Palmwood has been an available material for several decades for interior applications such as flooring and wall coverings. The material offers a unique look and characteristics, which make it ideal for modern applications and sustainably designed projects.
Palmwood recently became available for exterior cladding, and though the name may be deceiving, palmwood’s traits come from it not being an actual wood.
Palm is a monocot, or flowering plant, that grows “like a weed” in countries such as Pakistan, India, Thailand, and Cambodia, says Dan Smith, CEO/founder of Smith & Fong, a manufacturer of black palmwood products.
In the areas where it’s abundant, palmwood is a common building material. It can come from sugar palms or coconut trees, for example. Smith explains that sugar palms are often used as property dividers on rice paddies. Being a monocot also means palmwood does not grow outward like normal trees but grows upwards instead.
This results in a different composition and structure than commonly used woods because it lacks growth rings and the resulting wood grain. Instead, palmwood appears fibrous and features light and dark materials mixed, with light being cellulose and black being the dense fibers.
Smith & Fong uses sugar palms, and when harvested, these palms are upwards of 100 years old, 80 feet tall, and just a foot in diameter. At this point, nutrients have a hard time reaching the top of the palm’s stem, causing dead head, or a natural decapitation, explains Smith. The palm then becomes a stem, no longer capable of producing fruit.
Though harvested nearly a century after sprouting, there is no limit of inventory, explains Smith, because of how ubiquitous it is in its natural environment. This also makes palmwood products a naturally sustainable material, and Smith & Fong’s product is LEED credit-certified.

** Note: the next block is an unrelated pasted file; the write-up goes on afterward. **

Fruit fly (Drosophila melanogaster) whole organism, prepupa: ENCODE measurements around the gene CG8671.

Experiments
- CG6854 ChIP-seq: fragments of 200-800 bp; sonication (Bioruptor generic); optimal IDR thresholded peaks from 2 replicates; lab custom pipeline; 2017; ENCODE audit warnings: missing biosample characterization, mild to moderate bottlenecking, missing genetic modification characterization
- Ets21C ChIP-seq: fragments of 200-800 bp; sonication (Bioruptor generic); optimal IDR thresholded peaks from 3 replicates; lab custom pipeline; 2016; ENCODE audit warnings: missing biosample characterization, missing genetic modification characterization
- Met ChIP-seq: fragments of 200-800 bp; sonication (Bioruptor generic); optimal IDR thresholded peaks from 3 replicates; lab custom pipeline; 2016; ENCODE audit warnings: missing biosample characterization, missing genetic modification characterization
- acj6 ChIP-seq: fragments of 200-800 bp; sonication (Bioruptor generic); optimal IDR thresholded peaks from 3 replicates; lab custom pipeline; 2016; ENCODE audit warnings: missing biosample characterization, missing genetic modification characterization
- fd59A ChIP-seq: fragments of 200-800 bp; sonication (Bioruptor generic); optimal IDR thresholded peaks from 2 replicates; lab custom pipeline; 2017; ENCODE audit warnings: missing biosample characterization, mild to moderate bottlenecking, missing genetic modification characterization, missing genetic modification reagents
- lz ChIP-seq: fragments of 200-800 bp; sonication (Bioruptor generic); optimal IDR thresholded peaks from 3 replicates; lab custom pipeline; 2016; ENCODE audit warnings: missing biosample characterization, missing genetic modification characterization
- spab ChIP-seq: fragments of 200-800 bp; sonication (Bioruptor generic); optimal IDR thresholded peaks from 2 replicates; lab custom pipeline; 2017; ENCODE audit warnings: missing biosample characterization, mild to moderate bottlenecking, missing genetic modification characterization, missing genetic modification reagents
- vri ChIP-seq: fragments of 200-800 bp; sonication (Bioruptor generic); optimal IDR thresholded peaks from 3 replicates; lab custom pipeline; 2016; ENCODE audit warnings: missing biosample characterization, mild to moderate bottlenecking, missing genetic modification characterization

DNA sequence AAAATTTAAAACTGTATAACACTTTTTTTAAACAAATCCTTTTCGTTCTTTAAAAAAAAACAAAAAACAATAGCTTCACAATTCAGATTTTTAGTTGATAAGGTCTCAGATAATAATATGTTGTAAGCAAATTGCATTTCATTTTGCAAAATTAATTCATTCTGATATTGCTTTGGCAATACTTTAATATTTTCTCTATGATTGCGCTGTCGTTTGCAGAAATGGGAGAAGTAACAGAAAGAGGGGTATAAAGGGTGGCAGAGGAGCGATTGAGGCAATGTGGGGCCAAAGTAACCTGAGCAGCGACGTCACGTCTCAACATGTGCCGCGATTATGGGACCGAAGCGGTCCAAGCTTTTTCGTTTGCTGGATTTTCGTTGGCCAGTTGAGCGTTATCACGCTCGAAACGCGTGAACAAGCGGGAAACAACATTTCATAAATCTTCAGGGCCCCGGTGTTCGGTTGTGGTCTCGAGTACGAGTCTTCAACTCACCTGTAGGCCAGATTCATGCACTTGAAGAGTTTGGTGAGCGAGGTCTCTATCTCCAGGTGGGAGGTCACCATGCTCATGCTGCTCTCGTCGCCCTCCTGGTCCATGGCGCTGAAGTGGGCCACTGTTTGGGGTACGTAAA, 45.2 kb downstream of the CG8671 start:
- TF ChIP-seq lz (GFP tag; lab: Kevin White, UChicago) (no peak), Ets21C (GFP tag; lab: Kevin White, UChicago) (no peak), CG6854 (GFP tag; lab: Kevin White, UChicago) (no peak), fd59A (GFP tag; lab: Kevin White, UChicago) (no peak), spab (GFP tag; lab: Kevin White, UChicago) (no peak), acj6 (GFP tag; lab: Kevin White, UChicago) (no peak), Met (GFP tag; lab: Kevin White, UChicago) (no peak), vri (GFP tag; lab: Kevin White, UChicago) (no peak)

Palmwood has a pulpy, soft center, so the harvested wood comes from its extremely hard exterior. The material is highly resistant to moisture, working well in humid and wet climates. Black palm’s durability has been noted in its natural element, but Smith & Fong have put the material through rigorous testing at Oregon State University.
“We’re carving away all the soft material and retaining this material that is three times harder than oak,” explains Smith. “It’s extremely dense, extremely hard material. And it’s sort of impenetrable for powderpost beetles or termites or those sorts of things.”
Its hardness and density can be compared to Ipe, a rare South American wood with a fire rating similar to concrete and steel. The weight of black palm is also more than double that of a traditional timber such as oak.
Smith says Smith & Fong products are well received in areas such as Florida, Texas, Arizona, New Mexico, and Hawaii—regions with similar climates to a natural palm environment. It’s also partly due to palm being an exotic material, making it appeal more strongly in certain markets.
“It would be appropriate for any environment, but more likely than not, I would expect it probably in an environment where that aesthetic would already have a natural acceptance and interest."